It isn’t clear if DCH Health Systems has followed the federal reporting requirement to report the incident ‘without unreasonable delay and no later than 60 days from the discovery of the breach’ because it has not yet appeared on the HIPAA ‘Wall of Shame’ website, where incidents involving over 500 records are shared. 

The requirement is sometimes misunderstood by those who think they have 60 days to report an incident to the Office for Civil Rights. The actual requirement is for reporting ‘without unreasonable delay and no later than 60 days from the discovery of the breach’. If DCH Health Systems could send patients letters and post a notice on its website within 45 days, it would seem that submitting its required report could have been done at the same time.

According to Alabama’s data breach law, which covers Social Security Numbers, health plan ID numbers, and medical information, the incident should have also been reported to the state attorney general because it exceeded 1,000 individuals.

  1. The employee was fired. It can be hard to fire an employee, particularly now when it is so hard to find good talent. 

But, HIPAA requires you to have a Sanction Policy that defines the ‘appropriate sanctions against workforce members who violate its policies and procedures.



  • Review your HIPAA Security Rule requirements and ensure your technology is following the requirements for Information System Activity Review, Unique User Identification, and Audit Controls. Be sure to cover all systems that access, process, or store electronic Protected Health Information.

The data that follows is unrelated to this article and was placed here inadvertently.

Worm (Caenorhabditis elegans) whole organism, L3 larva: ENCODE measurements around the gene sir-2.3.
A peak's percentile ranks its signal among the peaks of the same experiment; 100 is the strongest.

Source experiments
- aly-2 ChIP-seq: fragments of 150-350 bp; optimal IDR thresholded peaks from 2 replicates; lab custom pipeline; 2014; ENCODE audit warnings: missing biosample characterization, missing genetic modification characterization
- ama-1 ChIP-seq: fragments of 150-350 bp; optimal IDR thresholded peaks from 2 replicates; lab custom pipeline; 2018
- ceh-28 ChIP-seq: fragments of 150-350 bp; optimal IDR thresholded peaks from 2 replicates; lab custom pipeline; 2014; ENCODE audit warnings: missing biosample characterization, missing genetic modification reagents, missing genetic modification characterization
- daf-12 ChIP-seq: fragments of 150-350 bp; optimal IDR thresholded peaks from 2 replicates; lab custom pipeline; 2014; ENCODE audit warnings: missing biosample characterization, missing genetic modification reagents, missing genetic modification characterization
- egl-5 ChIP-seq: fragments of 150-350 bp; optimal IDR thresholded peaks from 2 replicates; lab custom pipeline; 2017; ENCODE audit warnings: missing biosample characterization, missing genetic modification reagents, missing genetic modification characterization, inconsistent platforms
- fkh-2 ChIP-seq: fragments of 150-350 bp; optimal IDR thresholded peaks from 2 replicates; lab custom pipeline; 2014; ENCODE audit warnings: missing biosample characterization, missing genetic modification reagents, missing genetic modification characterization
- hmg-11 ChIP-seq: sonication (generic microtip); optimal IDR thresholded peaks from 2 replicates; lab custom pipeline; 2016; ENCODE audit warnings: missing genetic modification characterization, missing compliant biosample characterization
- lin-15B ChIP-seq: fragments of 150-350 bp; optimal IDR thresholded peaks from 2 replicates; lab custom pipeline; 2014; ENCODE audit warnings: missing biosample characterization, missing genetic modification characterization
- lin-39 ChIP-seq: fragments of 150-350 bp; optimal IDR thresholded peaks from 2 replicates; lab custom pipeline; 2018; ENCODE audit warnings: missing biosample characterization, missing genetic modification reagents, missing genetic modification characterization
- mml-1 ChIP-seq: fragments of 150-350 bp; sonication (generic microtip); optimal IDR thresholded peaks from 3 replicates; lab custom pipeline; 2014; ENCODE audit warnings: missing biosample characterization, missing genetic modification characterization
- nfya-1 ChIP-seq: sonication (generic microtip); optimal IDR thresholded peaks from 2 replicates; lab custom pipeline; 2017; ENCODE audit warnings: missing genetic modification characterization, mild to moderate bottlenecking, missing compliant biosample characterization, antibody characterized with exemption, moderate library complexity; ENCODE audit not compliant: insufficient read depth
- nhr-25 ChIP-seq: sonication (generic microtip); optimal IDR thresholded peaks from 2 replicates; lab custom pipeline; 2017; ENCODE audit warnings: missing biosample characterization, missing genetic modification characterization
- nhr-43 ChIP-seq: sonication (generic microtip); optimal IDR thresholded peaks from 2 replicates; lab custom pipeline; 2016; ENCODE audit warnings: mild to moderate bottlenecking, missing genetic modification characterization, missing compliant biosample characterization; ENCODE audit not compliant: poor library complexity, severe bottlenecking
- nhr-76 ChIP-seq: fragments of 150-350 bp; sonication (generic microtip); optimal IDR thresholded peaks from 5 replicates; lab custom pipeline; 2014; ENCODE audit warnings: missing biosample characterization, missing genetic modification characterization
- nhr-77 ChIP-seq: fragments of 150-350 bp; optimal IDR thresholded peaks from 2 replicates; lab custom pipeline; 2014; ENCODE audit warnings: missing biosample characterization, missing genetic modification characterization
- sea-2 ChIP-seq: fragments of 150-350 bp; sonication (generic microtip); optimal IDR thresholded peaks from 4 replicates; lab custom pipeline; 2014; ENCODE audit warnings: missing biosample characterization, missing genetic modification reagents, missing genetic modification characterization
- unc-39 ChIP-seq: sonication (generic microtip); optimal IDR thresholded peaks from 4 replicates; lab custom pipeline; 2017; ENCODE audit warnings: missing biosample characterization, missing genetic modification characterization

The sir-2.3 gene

• Make sure your Information System Activity Reviews include department managers and others who can recognize unusual activity that may be missed by someone not familiar with everyone’s roles and responsibilities.
  • Share your Sanction Policy with your staff and enforce it when needed.


While there are no specific sanctions that must be in your policy, most organizations include several levels of sanctions based on the number of incidents, whether they were accidental or intentional, and the number of patient records involved. I have also worked with an organization that had a ‘zero tolerance’ policy for HIPAA incidents and fired a long-time nurse who admitted accessing a family member’s medical record.

Whatever your sanction policy is, make sure you share it with your staff. To avoid claims of discrimination and unfair termination, be sure to apply sanctions evenly, even if it means disciplining a long-term and well-liked staff member.


Semel Consulting works with Covered Entities, Business Associates, and Subcontractors to properly manage HIPAA compliance.

MIKE SEMEL  |  www.SemelConsulting.com